My Biggest Regret Before Becoming Sober

Addiction and feelings of regret often go hand in hand. Whether regret stems from past actions or words or missed opportunities, it’s a very real and normal emotion for many people within recovery. But past wrongs should never define your present. Just ask these top five addiction bloggers, who have worked to learn from and let go of regret to strengthen their sobriety today. In the words of American composer and playwright Jonathan Larson, “Forget regret, or life is yours to miss.”

Amy Dresner, writer and Addiction.com blogger
Sobriety date: Jan. 2, 2013
My biggest regret: “I don’t really believe in regret; I can’t afford to. It’s a wasted emotion. There are no ‘do-overs’ in life. Of course, I have some remorse but in the end I did the best I could with the wisdom I had and the person I was at that time. The only redemption is learning from whatever you wished you had done differently and behaving in a new way going forward.”

amy dresner

Kelly Fitzgerald

Kelly Fitzgerald, blogger at The Sober Señorita and Addiction.com
Sobriety date: May 7, 2013
My biggest regret: “I feel like I lost a lot of time. I wasted a lot of time drinking and doing drugs. I was involved in so much useless drama. I regret not trying sobriety sooner!”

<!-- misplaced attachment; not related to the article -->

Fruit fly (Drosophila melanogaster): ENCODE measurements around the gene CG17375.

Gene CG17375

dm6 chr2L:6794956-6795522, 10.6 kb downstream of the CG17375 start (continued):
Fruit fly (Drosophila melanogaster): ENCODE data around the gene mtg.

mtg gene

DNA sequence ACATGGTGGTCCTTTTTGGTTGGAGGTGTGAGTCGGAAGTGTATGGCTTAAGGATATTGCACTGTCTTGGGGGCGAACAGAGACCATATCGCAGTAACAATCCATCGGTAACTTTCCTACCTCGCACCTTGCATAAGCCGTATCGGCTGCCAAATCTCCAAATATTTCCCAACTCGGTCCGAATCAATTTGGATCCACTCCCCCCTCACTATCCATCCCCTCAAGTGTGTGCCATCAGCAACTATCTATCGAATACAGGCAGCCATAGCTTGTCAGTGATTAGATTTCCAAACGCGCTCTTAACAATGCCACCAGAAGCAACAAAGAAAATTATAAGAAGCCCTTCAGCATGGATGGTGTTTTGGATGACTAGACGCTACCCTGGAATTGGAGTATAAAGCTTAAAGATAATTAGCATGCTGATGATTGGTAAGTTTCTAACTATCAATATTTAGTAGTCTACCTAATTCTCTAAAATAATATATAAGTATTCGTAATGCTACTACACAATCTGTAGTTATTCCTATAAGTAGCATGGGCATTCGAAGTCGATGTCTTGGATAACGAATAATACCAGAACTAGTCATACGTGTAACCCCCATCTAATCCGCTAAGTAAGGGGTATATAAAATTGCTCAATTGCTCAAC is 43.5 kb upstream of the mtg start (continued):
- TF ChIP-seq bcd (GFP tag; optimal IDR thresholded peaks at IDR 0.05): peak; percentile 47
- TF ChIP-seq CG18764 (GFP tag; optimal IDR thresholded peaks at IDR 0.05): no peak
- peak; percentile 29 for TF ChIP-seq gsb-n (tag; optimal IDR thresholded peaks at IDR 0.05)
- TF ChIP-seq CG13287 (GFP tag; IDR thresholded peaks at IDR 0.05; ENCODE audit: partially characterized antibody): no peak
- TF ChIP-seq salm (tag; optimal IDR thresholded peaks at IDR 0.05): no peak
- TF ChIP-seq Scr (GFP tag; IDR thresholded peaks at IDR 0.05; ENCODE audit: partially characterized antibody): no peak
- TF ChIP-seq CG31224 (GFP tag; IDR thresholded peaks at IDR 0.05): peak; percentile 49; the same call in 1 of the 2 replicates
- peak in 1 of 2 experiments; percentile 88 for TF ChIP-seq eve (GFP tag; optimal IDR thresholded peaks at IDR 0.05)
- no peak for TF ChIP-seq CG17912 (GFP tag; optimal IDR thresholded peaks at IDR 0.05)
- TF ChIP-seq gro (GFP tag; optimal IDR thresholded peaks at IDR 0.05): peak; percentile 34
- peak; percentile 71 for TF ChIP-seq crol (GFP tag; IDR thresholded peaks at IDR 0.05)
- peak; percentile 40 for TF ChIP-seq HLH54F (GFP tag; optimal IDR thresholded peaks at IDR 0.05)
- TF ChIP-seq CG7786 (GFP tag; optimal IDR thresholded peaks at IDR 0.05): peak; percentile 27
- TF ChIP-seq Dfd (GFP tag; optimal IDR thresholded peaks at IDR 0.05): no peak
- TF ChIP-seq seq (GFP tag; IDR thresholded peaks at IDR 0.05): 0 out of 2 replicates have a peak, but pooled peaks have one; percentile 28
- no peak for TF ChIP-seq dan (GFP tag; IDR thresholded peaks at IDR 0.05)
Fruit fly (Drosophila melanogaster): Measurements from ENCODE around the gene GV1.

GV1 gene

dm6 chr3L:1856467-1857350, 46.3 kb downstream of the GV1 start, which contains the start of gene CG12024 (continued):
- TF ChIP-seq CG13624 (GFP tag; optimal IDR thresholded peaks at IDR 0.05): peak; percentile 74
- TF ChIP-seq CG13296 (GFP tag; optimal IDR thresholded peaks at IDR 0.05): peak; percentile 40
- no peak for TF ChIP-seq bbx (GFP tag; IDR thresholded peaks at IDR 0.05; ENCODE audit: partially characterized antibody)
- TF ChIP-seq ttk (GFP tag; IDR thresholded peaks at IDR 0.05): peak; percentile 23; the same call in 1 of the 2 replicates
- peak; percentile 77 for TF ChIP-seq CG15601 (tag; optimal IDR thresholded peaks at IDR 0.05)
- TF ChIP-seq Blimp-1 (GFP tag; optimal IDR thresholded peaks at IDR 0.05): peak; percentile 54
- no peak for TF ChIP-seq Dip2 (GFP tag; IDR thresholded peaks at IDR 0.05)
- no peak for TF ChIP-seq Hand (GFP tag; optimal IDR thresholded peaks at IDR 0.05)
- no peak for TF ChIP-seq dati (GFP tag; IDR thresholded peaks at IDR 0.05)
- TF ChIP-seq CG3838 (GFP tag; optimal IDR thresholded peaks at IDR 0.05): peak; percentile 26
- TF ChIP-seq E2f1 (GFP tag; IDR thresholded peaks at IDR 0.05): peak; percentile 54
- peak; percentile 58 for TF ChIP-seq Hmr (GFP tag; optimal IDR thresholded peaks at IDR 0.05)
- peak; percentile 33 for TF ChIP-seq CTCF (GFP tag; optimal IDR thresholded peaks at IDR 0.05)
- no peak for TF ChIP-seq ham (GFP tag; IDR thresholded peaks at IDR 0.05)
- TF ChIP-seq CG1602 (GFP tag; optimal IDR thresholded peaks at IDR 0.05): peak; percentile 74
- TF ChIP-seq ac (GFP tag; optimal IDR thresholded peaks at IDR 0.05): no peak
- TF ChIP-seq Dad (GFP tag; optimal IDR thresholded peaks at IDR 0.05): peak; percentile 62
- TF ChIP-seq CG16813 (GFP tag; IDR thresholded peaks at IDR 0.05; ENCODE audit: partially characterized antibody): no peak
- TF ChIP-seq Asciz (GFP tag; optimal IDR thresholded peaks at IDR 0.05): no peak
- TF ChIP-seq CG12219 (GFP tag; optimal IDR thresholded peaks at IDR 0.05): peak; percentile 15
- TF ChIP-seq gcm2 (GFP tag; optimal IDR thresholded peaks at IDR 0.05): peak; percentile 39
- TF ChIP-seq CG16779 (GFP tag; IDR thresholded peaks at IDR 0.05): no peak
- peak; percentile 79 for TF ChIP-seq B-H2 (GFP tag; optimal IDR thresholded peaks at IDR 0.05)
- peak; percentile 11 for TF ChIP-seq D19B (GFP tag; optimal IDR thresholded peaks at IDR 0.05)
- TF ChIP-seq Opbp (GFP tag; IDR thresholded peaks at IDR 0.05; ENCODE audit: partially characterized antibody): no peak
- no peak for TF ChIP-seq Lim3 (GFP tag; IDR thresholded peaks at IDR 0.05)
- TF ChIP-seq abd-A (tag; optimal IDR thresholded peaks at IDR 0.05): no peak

Marilyn Spiller, blogger at Waking Up the Ghost and Addiction.com
Sobriety date: July 28, 2013
My biggest regret: “At the tail end of my tenure as a drinker, I lived on a small island in the Bahamas (my favorite place on Earth). Because of the ghastly choices I made while drunk, I lost my house and things became so dire. I knew if I didn’t leave, I would die. I regret not being able to return, and I regret that my island paradise has become a fearful memory for me — a trigger so powerful that I’m afraid to go back.”

Marilyn Spiller

Megan Peters

Megan Peters, Addiction.com blogger and blogger at CrazyBananas.com
Sobriety date: April 16, 2013
My biggest regret: “Numbing through my kids’ younger years. They were 2 and 6 when I quit drinking, and I’m grateful I stopped when they were little. My son doesn’t remember me drinking at all, and my daughter barely remembers … but still, I feel like I missed out on some beautiful times because even though I was there, I wasn’t fully present.”

Michael D., “Recovering From Recovery” and Addiction.com blogger
Sobriety date: March 2007
My biggest regret: “That I waited until I was 40 to really stop. I had many attempts at abstinence, which only lasted a while [and] then I’d end up in a mess again. My mother never saw me achieve long-term sobriety, and I regret that. I wasted a lot of time drinking and taking drugs. It was fun for a while but became a serious problem that held me back in my life.”

 michael-d

Read other sober blogger advice stories:My Best Tip for Sticking with Recovery,” “What I Wish I’d Known When I First Got Sober,” “My Best Tip for Dealing With Cravings,” “I Knew I’d Hit Rock Bottom When…” and “The Best Piece of Advice I Ever Got About Recovery.”

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